Prominent scientists at UW-Madison say that the Wisconsin Department of Natural Resources’ revised statement on climate change is “simply incorrect.”
“The original wording accurately reflected our knowledge about climate change and its causes, emphasizing the need for the Wisconsin DNR to focus on climate change impacts to protect and manage Wisconsin’s natural resources,” the scientists write in an op-ed released Jan. 9. “The revised statement fails to mention either human-caused climate change or science, but manages to imply that changes in climate are natural, mysterious, and driven by causes that stir debate among climate scientists. In fact, the revised version is simply incorrect.”
Signing the statement are Stephen R. Carpenter, John E. Kutzbach, John J. Magnuson, Monica G. Turner, Jonathan A. Patz, Stanley A. Temple and Donald M. Waller.
Urban Milwaukee reported in late December that the DNR had revised its statement on climate change to say that the cause is still up for debate. The agency’s original statement said that “Human activities that increase heat-trapping (‘greenhouse’) gases are the main cause.”
The response by UW scientists comes as conservative critics in the state Legislature continue to question the university’s academic offerings and priorities and what they see as ideological bias among faculty. But Carpenter, the director of the Center for Limnology, said it was important to speak out on the DNR’s actions because the agency is “deliberately” now promoting inaccurate information on its website.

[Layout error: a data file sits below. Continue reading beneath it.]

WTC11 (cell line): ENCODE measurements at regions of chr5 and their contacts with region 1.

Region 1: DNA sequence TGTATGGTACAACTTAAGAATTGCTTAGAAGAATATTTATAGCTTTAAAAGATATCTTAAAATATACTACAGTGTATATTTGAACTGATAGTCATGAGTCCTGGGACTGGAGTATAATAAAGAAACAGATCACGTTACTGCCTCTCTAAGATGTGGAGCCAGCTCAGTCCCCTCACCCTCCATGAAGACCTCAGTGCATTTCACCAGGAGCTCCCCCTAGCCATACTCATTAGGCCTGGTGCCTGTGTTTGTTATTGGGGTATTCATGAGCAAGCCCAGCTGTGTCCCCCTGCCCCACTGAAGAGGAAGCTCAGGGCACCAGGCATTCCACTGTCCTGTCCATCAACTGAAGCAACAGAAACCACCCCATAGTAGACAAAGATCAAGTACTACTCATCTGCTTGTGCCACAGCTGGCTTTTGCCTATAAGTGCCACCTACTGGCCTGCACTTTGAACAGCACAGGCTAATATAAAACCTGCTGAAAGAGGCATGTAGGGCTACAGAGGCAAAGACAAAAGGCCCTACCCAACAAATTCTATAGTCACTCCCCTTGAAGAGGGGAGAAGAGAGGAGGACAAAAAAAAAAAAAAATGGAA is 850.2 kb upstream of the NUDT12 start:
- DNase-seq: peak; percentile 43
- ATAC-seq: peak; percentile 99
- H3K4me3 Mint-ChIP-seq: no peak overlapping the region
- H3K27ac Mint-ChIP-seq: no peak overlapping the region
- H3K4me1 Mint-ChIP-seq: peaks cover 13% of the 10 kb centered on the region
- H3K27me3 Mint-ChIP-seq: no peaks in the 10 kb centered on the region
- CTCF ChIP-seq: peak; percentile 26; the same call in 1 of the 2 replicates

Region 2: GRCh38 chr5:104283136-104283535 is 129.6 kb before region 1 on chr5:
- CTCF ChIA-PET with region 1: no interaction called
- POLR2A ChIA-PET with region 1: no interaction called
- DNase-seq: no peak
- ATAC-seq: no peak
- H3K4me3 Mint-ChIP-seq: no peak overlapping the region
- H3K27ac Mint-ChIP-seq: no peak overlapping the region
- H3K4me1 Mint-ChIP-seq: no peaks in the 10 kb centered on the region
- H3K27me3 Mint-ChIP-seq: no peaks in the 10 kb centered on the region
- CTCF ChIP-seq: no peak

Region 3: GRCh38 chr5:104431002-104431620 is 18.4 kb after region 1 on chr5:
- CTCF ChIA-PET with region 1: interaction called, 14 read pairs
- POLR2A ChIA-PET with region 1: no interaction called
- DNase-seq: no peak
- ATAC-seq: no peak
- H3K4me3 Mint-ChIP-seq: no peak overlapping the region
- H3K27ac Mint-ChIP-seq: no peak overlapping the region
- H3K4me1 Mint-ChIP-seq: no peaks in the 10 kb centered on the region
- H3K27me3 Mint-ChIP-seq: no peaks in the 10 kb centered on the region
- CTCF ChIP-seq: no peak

“They replaced a set of fairly reasonable statements with something that is not true,” Carpenter says in an interview. “Why is the DNR now promoting untrue information, and what does that say about the role of the truth of scientific information in the DNR’s decision making? We felt it was an alarming sign that should be pointed out.”
“Our job at the university is to provide the most reliable scientific information we can to the people of the state so that they can make their own decisions” about policy issues, he added. “What we do about climate change is certainly one of the most challenging public policy decisions of our time.”
Carpenter says it’s the Wisconsin Idea in practice and reflects “the way science has interacted with democracy since there was science and democracy.” Citizens and policy makers make decisions based on available information. “Our job is to make sure factual information is available.”
In their statement, the UW scientists point out that the DNR is responsible for managing the state’s natural resources and protecting its water, wildlife and public lands. “Rapid changes in climate are threatening public health, safety and natural resources,” they write. “Failing to accurately inform the public about these threats and the opportunities to reduce them, violates the trust we place in our public institutions. Even more disturbing, the Wisconsin DNR is repudiating its own longstanding tradition of applying the best available science in the public interest.”
DNR spokesman James Dick did not immediately respond to a request for comment.